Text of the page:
• A bipartisan group of US Senators and the White House reached agreement on Thursday on an infrastructure package totaling nearly $1 trillion of spending over five years on roads, bridges, mass transit and the like. However, US President Joe Biden said he would veto the legislation if it were not accompanied by a broader social spending plan that concentrates on what his administration calls human infrastructure. The second measure is opposed by Republicans and early indications are that it may have trouble gaining the support of all 50 Democratic Senators to pass under the Senate’s arcane budget reconciliation rules, which require only a simple majority to gain passage rather than the usual 60 votes

• Stocks rebounded from the previous week’s declines, bringing the S&P 500 Index and the technology-heavy Nasdaq Composite index to new highs and helping both record their best weekly gains since early April. Stocks moved steadily higher through much of the week, if on generally lackluster summer volumes. Energy shares fared best within the S&P 500 as oil prices reached their highest levels since October 2018 on falling global inventories. Utilities and real estate stocks lagged

• In terms of data release, total construction spending is out on Thursday. It edged up 0.2% in April. Residential spending once again accounted for most of the modest monthly gain as builders rushed to build homes to meet the surge in demand. Meanwhile, the nonresidential sector continues to absorb the aftershocks of the pandemic. Nonresidential outlays slipped during the month, marking the fifth straight decline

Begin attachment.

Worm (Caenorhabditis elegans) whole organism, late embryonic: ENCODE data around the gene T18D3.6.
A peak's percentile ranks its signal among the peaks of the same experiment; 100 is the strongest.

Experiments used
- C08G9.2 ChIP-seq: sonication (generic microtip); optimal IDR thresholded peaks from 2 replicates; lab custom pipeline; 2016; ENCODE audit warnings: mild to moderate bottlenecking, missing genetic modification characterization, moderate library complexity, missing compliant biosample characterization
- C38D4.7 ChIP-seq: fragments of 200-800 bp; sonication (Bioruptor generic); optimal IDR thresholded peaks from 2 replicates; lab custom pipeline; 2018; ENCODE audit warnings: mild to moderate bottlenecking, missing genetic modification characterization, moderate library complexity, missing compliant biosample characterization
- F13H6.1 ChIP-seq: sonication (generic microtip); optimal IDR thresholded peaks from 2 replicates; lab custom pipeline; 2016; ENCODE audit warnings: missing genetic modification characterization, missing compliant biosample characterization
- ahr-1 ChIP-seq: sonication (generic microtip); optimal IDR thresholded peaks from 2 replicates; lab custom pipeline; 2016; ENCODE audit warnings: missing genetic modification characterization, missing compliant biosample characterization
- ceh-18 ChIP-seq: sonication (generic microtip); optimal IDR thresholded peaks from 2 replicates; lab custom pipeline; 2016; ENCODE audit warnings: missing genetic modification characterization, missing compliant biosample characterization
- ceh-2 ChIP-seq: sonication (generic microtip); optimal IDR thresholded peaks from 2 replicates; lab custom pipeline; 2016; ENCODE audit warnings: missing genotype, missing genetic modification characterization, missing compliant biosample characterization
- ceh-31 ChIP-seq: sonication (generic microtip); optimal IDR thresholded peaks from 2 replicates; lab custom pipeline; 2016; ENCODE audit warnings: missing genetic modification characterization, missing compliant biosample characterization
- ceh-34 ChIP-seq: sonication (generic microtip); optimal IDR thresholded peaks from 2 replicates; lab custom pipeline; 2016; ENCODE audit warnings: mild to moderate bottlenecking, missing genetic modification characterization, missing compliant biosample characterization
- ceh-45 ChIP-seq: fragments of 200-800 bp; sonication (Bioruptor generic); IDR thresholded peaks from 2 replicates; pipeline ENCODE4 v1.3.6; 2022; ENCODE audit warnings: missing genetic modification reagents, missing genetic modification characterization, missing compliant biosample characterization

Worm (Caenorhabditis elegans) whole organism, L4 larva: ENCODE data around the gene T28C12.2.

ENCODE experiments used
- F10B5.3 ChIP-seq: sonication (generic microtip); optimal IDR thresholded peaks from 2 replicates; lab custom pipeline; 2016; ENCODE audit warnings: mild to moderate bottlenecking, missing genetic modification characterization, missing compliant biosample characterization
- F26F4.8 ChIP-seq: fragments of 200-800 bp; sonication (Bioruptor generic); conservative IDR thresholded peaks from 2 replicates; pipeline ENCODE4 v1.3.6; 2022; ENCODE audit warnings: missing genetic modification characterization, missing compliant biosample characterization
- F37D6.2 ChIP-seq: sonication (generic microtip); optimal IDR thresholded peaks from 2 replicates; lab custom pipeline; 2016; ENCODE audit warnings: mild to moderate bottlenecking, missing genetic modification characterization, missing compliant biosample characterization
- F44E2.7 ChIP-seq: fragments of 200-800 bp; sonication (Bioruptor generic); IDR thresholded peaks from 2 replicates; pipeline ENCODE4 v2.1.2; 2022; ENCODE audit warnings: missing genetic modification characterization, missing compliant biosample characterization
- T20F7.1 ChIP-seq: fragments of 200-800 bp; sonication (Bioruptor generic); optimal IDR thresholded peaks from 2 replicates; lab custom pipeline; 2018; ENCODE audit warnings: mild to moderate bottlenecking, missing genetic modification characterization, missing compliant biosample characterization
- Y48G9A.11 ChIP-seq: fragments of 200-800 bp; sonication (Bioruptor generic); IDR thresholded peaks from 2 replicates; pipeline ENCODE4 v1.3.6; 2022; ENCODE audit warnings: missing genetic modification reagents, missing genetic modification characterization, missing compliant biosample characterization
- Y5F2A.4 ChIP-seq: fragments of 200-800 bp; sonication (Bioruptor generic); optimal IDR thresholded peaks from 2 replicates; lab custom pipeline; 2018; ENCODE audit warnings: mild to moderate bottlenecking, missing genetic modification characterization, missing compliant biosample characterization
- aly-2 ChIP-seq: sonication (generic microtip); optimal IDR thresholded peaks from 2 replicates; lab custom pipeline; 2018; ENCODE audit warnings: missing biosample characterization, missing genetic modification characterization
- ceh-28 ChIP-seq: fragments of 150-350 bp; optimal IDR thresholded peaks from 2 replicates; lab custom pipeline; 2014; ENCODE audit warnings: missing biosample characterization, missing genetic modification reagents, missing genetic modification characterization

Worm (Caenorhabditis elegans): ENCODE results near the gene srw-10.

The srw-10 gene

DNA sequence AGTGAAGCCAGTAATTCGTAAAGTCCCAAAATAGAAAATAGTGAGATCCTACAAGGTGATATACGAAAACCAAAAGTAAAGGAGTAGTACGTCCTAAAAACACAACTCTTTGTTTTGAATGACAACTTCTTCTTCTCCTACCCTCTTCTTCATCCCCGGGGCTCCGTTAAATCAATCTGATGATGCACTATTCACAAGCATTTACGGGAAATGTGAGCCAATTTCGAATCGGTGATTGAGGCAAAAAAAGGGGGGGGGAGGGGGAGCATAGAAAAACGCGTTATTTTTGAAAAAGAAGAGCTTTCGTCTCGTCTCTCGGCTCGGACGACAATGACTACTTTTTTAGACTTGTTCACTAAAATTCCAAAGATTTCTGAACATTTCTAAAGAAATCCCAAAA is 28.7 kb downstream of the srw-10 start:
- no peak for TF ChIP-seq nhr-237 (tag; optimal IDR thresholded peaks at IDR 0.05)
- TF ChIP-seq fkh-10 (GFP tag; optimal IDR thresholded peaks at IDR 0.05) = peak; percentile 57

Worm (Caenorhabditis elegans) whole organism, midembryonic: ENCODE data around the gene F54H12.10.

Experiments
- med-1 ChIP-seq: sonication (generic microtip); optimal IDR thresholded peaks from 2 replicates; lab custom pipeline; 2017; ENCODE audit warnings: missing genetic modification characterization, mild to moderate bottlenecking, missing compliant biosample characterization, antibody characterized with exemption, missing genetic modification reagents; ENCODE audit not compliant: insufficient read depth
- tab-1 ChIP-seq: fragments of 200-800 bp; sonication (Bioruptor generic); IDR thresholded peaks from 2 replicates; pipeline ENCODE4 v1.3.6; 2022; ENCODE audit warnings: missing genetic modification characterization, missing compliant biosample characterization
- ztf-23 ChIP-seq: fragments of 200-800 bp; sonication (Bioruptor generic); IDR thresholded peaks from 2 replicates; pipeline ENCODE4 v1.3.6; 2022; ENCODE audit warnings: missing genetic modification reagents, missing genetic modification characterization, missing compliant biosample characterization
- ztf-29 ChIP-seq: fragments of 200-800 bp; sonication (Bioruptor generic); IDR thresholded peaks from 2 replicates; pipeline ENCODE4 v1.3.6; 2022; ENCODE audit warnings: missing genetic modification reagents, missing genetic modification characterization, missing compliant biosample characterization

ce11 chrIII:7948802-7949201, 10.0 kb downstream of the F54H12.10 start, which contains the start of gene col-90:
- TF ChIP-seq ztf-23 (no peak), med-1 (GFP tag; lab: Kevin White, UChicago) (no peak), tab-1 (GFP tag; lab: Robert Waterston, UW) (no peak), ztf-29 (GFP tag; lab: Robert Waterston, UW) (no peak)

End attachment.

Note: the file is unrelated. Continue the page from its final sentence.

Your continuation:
• The ISM manufacturing index is out on Thursday as well. It beat expectations and rose to a reading of 61.2 during May. The supplier deliveries index reached the highest level since 1974 during the month, reflecting the ongoing supply-side constraints many producers are currently experiencing. Not surprisingly, longer wait times are weighing heavily on the production index, which declined to 58.5 from 62.5 the month prior. The prices paid index fell in May, although the index remains elevated


• The Bank of England said Thursday that it now expects inflation to peak near 3%, a half-percentage point higher than it forecast just six-weeks ago. However, it also warned against premature tightening of monetary policy as it expects the inflation surge to be temporary. On the growth front, the Bank sees economic growth accelerating to a 5.5% pace in Q2, faster than its previous 4.25% forecast. Markets are pricing in several BOE hikes in 2022, well before any move from the Fed

• Energy and mining stocks led the FTSE 100 higher on Friday on the back of higher commodity prices with the blue-chip index ending its best week in over a month following a boost from a dovish central bank policy in the previous session.


• The eurozone Flash Composite PMI was 59.2 in June compared with 57.1 in the previous month. Meanwhile, the Manufacturing PMI was flat compared with 63.1 the month before, and the Services PMI was 58 compared with 55.2 previously. The Composite and Manufacturing PMIs are above, whereas the Services PMI is in line with, expectations. The eurozone private sector grew at its fastest rate in 15 years as restrictions continued to be lifted and confidence grew in the vaccination rollout. Significant increases in demand continue to outpace supply, as price pressures have also become visible in the services sector, in addition to more extreme pressures in manufacturing. Overall, the June release points to a potential significant boost in Q2 GDP, and the potential for a further strong reading in Q3